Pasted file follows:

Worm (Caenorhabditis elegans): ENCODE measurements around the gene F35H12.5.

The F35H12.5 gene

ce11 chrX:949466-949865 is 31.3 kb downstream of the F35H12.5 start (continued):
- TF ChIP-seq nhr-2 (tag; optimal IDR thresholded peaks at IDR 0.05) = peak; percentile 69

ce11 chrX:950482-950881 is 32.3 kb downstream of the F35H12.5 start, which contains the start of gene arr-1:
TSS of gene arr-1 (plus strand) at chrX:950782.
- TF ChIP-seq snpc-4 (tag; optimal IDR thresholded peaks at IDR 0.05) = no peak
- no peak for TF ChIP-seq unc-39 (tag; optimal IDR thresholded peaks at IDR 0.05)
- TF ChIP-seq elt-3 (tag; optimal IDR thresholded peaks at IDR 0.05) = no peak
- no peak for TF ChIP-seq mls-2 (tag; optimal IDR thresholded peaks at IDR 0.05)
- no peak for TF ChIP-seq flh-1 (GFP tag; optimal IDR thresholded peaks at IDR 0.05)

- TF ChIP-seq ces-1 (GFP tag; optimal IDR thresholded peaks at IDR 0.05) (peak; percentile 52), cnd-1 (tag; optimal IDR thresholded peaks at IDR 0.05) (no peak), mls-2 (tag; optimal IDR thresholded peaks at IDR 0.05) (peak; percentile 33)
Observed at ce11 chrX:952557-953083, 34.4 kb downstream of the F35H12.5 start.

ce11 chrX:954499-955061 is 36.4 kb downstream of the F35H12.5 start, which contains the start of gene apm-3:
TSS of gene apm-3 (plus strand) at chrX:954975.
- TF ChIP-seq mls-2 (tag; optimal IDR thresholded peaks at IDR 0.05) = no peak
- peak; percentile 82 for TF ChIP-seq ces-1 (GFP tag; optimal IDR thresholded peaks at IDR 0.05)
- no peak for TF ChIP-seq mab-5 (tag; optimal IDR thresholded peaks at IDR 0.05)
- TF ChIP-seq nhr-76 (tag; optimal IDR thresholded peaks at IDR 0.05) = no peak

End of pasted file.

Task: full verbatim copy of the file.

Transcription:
Worm (Caenorhabditis elegans): ENCODE measurements around the gene F35H12.5.

The F35H12.5 gene

ce11 chrX:949466-949865 is 31.3 kb downstream of the F35H12.5 start (continued):
- TF ChIP-seq nhr-2 (tag; optimal IDR thresholded peaks at IDR 0.05) = peak; percentile 69

ce11 chrX:950482-950881 is 32.3 kb downstream of the F35H12.5 start, which contains the start of gene arr-1:
TSS of gene arr-1 (plus strand) at chrX:950782.
- TF ChIP-seq snpc-4 (tag; optimal IDR thresholded peaks at IDR 0.05) = no peak
- no peak for TF ChIP-seq unc-39 (tag; optimal IDR thresholded peaks at IDR 0.05)
- TF ChIP-seq elt-3 (tag; optimal IDR thresholded peaks at IDR 0.05) = no peak
- no peak for TF ChIP-seq mls-2 (tag; optimal IDR thresholded peaks at IDR 0.05)
- no peak for TF ChIP-seq flh-1 (GFP tag; optimal IDR thresholded peaks at IDR 0.05)

- TF ChIP-seq ces-1 (GFP tag; optimal IDR thresholded peaks at IDR 0.05) (peak; percentile 52), cnd-1 (tag; optimal IDR thresholded peaks at IDR 0.05) (no peak), mls-2 (tag; optimal IDR thresholded peaks at IDR 0.05) (peak; percentile 33)
Observed at ce11 chrX:952557-953083, 34.4 kb downstream of the F35H12.5 start.

ce11 chrX:954499-955061 is 36.4 kb downstream of the F35H12.5 start, which contains the start of gene apm-3:
TSS of gene apm-3 (plus strand) at chrX:954975.
- TF ChIP-seq mls-2 (tag; optimal IDR thresholded peaks at IDR 0.05) = no peak
- peak; percentile 82 for TF ChIP-seq ces-1 (GFP tag; optimal IDR thresholded peaks at IDR 0.05)
- no peak for TF ChIP-seq mab-5 (tag; optimal IDR thresholded peaks at IDR 0.05)
- TF ChIP-seq nhr-76 (tag; optimal IDR thresholded peaks at IDR 0.05) = no peak